Thursday, June 8, 2023


Data reveals America’s most dangerous National Parks

Most of us consider National Parks to be safe places. Oh, there’s the occasional report of someone falling into a thermal area in Yellowstone, or an unfortunate camper being attacked by an angry moose in another park. And then there are the regular reports of hikers who get lost, and die from exposure or run into a bear that doesn’t like being disturbed.

And, like everywhere, in and out of parks, there are human incidents, most often while driving.

The folks at the website Mental Floss, recently reported on data from the National Parks Authority on the most dangerous National Parks based on their number of search and rescues performed between 2018 and 2020.

Grand Canyon National Park topped the list, with 785 incidents. The Grand Canyon is the second-most-visited park in the system behind the Great Smoky Mountains. Coming in second was Yosemite National Park, which recorded 732 search and rescue incidents. California’s Sequoia and Kings Canyon National Parks had 503 incidents, and Yellowstone saw 371.

The next most dangerous National Parks were, in order, Rocky Mountain, Zion, Glen Canyon National Recreation Area, Grand Teton, Olympic and Arches.



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Mike Waller
1 year ago

I’m always amazed at the stupidity of people in national parks either dealing with wild animals, or hanging over a precipice for the perfect selfie! At least it’s a potential thinning of the herd.

1 year ago

Common sense (if there is such a thing) seems to leave the human body if you explore National Parks West of the Mississippi.
New slogan….
Stay safe…..Stay East!

Tommy Molnar
1 year ago

A really great book to read is “Over The Edge – Death in the Grand Canyon”. Over 500 pages of all the recorded deaths in the Grand Canyon from hikers to helo crashes to raft disasters to you-name-it. I bought the book while visiting the GC. This is what I’d classify as a “good read”.

1 year ago
Reply to  Tommy Molnar

There is a similar one for Yellowstone, and I think for Zion. We read Death in Yellowstone before going…and during our stay. Fascinating, although a bit unnerving.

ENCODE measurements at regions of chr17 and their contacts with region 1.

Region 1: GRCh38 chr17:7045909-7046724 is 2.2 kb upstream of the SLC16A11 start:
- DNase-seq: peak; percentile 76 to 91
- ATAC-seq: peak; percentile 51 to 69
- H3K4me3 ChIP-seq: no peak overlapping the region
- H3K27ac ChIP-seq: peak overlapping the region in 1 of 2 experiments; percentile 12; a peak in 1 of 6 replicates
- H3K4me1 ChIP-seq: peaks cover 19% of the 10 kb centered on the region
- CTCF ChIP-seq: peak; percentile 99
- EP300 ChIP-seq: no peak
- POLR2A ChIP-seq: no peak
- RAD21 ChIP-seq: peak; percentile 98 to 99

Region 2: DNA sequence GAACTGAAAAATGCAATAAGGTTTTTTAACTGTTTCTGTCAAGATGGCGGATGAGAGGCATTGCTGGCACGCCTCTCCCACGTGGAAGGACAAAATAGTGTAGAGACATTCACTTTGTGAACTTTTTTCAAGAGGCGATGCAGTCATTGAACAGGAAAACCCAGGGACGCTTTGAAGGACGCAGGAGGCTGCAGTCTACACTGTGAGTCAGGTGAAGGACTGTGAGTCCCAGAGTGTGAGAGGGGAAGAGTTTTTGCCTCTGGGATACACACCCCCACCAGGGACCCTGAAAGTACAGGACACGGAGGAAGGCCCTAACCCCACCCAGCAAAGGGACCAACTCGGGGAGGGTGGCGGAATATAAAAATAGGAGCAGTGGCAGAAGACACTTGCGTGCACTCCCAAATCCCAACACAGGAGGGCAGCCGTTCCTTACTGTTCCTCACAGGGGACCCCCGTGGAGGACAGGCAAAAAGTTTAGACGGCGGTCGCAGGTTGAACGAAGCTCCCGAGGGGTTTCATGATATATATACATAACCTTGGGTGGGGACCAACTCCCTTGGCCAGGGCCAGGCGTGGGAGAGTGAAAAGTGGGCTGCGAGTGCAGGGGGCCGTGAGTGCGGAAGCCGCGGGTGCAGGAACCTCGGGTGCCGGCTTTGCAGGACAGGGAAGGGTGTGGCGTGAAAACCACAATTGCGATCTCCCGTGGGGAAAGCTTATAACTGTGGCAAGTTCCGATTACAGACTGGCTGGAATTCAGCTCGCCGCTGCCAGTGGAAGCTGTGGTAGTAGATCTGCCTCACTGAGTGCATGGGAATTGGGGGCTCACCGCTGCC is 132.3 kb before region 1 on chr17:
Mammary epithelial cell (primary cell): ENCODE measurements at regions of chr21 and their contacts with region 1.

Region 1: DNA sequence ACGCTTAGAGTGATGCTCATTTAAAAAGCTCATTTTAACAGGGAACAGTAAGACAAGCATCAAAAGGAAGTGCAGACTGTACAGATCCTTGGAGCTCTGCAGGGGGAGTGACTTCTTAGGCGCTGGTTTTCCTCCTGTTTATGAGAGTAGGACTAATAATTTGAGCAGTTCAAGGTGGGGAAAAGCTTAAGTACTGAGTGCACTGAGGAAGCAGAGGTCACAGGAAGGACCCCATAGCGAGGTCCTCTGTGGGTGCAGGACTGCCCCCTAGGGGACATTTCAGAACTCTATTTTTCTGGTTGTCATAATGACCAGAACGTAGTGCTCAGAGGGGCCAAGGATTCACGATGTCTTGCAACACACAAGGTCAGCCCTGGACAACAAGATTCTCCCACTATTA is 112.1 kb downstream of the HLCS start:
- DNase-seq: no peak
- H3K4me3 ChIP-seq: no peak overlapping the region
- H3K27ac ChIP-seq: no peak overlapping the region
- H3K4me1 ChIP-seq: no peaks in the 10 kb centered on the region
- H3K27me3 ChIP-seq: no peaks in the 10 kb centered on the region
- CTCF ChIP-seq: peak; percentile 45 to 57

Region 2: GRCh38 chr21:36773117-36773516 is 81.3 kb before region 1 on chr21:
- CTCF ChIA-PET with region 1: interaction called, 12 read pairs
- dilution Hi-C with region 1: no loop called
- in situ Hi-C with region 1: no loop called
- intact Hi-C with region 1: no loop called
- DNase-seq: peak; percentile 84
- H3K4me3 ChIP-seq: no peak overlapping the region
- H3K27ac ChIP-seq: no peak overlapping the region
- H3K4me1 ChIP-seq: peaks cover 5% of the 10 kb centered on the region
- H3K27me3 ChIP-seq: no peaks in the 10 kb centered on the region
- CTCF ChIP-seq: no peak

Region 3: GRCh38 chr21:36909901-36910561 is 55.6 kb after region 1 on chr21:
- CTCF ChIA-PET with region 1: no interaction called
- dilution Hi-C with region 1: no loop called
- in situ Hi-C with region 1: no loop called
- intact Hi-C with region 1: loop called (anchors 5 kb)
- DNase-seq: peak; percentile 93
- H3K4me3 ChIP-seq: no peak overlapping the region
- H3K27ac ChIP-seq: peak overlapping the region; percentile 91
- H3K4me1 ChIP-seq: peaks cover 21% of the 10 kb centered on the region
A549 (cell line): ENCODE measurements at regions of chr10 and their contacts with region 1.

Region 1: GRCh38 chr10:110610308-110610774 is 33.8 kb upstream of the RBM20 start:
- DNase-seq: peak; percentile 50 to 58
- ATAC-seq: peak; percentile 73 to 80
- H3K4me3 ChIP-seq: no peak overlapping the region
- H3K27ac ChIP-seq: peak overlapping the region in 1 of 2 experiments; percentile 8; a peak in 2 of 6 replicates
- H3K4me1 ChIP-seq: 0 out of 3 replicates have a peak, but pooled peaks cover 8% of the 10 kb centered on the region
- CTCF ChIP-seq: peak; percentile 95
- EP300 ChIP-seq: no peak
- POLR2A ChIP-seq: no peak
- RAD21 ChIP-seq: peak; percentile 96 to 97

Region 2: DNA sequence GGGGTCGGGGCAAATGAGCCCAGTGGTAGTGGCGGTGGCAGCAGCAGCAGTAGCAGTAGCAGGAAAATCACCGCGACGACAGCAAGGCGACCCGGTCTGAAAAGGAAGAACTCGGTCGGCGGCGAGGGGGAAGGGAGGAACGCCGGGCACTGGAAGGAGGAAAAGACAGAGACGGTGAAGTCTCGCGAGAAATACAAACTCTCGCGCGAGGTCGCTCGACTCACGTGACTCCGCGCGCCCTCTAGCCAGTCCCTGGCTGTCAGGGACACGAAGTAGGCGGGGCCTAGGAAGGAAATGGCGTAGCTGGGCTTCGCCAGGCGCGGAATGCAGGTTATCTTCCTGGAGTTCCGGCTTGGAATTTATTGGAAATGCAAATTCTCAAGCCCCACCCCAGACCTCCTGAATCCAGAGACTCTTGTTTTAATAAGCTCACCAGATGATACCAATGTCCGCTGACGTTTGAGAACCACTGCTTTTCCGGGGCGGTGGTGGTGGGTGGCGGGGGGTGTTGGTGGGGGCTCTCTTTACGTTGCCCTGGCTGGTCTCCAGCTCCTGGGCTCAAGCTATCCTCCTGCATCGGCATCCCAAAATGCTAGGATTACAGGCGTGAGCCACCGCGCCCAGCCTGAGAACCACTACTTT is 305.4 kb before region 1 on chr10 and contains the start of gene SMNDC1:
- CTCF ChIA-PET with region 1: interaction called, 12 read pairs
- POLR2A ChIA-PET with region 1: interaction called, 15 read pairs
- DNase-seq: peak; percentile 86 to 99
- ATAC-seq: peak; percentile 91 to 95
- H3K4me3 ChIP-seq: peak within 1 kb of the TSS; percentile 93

I found it interesting that many of the deaths were seasonal employees who simply overestimated their abilities.

This is also a good article on the topic:

These reads certainly raise awareness, but common sense trumps all.

Billy Vitro
1 year ago

This kind of data is always more useful when it’s presented in a incidents-per-visitor format.
So, for the data above, the estimated numbers are (in incidents per million visitors per year):

Sequoia & Kings Canyon: 35
Yosemite: 23
Grand Canyon: 17
Yellowstone: 10

Data is your friend! 🙂

1 year ago
Reply to  Billy Vitro

Thank you …. much more informative

1 year ago
Reply to  Billy Vitro

Absolutely more helpful and informative. Thanks. And the headlines of most “dangerous” parks is misleading and sensational – it’s not the park, it’s the human stupidity.

Seann Fox
1 year ago

The parks are not overly dangerous, it’s just their human visitors are overly STUPID. Not aware of their surroundings or the warning signs wildlife is giving them like the guy who was going to go pet the bull elk in downtown Banff, or the girl who wanted to go pet the moose. The girl was very lucky the moose just turned tail and ran off into the bush the guy however was charged by the elk.

1 year ago
Reply to  Seann Fox

Yep, these parks are only dangerous to the stupid folks.

Brad G. Hancock NH
1 year ago

Kudos to the staff at RV Travel. Four of you full timers??? How do you do it each and every day? I read RVT every day before reading the news, checking the weather, and even reading the rest of my e mails. BTW, reading RVT is a LOT more uplifting than reading the national news. oops, the coffee’s done brewing. some things take precedent. Tastes better, too, out of my RVT mug!

RV Staff
1 year ago

HeHe. Thanks, Brad! I think our terrific writers and contributors are doing most of the hard “work.” We just have to try to keep them in line … I mean, proof their posts and put them into the newsletters. We’re having a blast, thanks to our talented writers and contributors. 😉 Take care. 🙂 –Diane

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